Until the announcement of a détente in late 2019, markets since 2018 had been partly driven by the ongoing trade war between the United States and China. News of trade restrictions were the most likely causes of moderate market sell offs in January, March and October 2018 as well as May 2019. The “Phase 1” trade deal announcement in October 2019 kicked off the market rally which endured until the most recent Corona crisis. While markets will of course continue to be dominated by Coronavirus related outcomes, we think tensions between the US and China will re-enter market consideration in the second half of this year. If anything, the conflict could be reignited as the Trump Administration tries to shift the blame for the virus’s spread onto China’s initial coverup.
It is important to frame the 2018/2019 Trade War within the broader evolution of US / China relations over the past decade. The Trade War is but one factor in the ebbs and flows of what will be a long-standing struggle between the two superpowers for global supremacy. The struggle will be fought across multiple fronts, often with little room for compromise. We give some more detail about these fronts below and outline what it will mean for markets going forward.
There is a case to be made that the Chinese have benefited from the less than legal transfer of IP and technology from Western corporates operating in China (and likely elsewhere). It is reasonable to argue that the corporates recognise that this is a cost of doing business in China and accept that cost. It is also somewhat hypocritical of the US Government to complain about a practice they undertook 200 years ago to catch up to Great Britain. This is likely an area in which compromise can be reached, with both countries able to benefit from greater cooperation. In 2015, more patents were granted in China than the US for the first time and the gap has widened since then. The US would benefit from access to some of that innovation.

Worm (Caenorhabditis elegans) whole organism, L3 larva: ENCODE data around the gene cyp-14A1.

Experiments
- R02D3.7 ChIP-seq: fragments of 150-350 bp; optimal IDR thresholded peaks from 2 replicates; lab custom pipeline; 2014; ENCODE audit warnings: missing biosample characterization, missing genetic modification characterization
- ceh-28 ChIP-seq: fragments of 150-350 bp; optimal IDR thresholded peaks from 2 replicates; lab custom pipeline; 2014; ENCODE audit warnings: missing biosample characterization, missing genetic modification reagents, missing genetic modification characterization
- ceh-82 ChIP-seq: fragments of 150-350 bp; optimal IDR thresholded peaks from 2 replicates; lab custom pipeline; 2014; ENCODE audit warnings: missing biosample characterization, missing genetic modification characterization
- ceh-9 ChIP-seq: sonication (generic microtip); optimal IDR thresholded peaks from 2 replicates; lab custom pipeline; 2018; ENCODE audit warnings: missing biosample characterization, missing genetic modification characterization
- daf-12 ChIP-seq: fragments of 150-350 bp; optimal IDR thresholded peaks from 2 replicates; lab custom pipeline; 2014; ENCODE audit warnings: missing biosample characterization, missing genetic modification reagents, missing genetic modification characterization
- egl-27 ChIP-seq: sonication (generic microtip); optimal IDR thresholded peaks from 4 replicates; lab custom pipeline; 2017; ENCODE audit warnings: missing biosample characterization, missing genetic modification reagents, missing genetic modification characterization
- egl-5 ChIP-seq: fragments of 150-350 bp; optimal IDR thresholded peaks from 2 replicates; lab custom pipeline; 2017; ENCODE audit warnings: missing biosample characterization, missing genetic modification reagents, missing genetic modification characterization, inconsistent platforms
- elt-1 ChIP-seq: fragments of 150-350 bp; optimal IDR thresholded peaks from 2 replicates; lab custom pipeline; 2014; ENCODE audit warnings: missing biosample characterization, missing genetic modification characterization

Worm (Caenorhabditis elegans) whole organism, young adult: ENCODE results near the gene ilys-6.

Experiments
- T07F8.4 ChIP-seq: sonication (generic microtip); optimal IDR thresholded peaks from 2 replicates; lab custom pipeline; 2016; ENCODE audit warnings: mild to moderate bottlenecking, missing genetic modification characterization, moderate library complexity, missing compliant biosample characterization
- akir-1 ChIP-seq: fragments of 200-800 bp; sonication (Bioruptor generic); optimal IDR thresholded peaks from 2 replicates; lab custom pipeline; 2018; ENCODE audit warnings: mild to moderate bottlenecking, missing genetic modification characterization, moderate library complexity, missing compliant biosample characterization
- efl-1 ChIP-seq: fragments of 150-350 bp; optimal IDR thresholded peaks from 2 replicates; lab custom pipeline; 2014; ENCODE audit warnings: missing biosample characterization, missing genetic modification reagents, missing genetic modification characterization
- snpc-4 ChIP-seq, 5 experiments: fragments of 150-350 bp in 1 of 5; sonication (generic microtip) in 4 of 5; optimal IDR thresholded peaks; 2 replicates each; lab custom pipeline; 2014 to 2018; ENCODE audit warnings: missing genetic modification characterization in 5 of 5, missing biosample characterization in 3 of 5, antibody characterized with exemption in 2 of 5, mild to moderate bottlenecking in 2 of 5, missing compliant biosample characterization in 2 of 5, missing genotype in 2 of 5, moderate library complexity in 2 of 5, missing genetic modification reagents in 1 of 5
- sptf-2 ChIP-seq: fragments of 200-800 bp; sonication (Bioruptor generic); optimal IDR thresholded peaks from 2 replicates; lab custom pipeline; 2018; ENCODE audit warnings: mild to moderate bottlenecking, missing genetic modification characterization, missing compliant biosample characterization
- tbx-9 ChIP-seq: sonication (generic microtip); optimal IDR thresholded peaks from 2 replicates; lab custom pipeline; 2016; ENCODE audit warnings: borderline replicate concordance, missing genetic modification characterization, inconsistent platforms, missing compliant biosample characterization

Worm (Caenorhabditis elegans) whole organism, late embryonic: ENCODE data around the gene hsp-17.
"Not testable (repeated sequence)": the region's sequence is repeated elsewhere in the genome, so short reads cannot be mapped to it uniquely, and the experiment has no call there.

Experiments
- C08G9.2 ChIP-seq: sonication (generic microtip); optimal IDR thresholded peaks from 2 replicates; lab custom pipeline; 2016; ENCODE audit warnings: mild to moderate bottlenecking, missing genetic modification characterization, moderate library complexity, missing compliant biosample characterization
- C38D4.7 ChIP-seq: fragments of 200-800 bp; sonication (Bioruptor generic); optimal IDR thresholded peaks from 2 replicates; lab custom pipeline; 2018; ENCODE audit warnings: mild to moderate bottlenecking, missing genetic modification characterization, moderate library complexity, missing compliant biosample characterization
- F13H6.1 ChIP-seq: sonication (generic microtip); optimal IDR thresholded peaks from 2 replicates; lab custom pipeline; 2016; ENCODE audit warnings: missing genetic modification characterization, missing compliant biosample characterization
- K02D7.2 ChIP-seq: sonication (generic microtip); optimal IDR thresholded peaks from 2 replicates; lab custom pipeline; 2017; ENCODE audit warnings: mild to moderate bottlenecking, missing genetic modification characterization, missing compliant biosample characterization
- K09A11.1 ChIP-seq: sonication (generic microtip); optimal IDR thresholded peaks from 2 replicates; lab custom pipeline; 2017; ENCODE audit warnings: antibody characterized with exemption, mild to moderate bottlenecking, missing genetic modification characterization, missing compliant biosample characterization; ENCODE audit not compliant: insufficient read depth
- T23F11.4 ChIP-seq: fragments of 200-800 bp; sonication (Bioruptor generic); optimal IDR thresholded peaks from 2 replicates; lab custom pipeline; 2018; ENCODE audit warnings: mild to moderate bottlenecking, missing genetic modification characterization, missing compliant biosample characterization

Who is responsible for the US trade deficit is an extremely complicated answer to a question that doesn’t really matter. China probably had an undervalued currency for many years while it pursued an export orientated growth model, as did Japan during its resurgence post World War 2. Depending on where you sit, this punishes Chinese consumers in favour of US consumers or US businesses in favour of Chinese businesses. From an objective perspective, the US trade deficit exists because the US spends more than it saves. Balance of payments is relatively simple math and the Trump Administration probably added more to the trade deficit through the 2017 tax cuts than it reduced through the tariffs with China.
The US also benefits from issuing the world’s reserve currency. This boosts the value of the US dollar, making overseas borrowing cheaper than it normally would be, but also increases the trade deficit.
The tariffs implemented by the US (and retaliatory tariffs elsewhere, including China) are mostly “own goals.” While some businesses may benefit visibly, tariffs do lots of little harm to everyone else. They raise the cost of intermediate and final goods for US consumers and businesses. Making steel more expensive may protect and create some jobs producing steel, but now everyone who uses steel needs to pay more for it. They also make supply chains less efficient. They create uncertainty for businesses making it less likely they will invest.
Trade wars are bad for economies and markets, but they can be resolved. There are other important issues which cannot.
Can an established and a rising superpower, with diametrically opposed political ideologies, coexist and cooperate? Can we avoid repeating the Cold War, with the world split into liberal democracies and illiberal autocracies? In the last decade, the balance of probabilities has shifted towards no on both fronts. There have been a number of important developments in this regard.